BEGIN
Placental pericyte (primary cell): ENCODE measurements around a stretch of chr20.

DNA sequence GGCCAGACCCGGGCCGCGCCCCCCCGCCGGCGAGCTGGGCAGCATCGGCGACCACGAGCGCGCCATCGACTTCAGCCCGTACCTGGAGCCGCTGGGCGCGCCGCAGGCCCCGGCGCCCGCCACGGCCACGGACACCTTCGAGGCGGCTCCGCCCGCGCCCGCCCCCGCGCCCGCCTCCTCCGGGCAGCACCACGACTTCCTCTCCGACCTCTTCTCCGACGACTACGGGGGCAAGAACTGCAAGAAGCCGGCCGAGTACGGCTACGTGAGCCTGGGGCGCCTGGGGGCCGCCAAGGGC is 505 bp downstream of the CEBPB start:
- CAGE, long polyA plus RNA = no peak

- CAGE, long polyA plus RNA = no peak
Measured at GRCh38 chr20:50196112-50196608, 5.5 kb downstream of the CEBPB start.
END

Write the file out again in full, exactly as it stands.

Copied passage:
Placental pericyte (primary cell): ENCODE measurements around a stretch of chr20.

DNA sequence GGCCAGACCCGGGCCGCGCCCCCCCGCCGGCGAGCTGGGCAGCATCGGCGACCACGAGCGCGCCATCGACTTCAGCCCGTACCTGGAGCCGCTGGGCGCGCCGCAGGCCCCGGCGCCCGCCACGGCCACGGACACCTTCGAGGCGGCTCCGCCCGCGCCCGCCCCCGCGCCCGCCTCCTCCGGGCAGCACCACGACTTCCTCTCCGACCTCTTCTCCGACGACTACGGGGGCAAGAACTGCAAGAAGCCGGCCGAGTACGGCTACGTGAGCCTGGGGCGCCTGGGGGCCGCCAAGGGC is 505 bp downstream of the CEBPB start:
- CAGE, long polyA plus RNA = no peak

- CAGE, long polyA plus RNA = no peak
Measured at GRCh38 chr20:50196112-50196608, 5.5 kb downstream of the CEBPB start.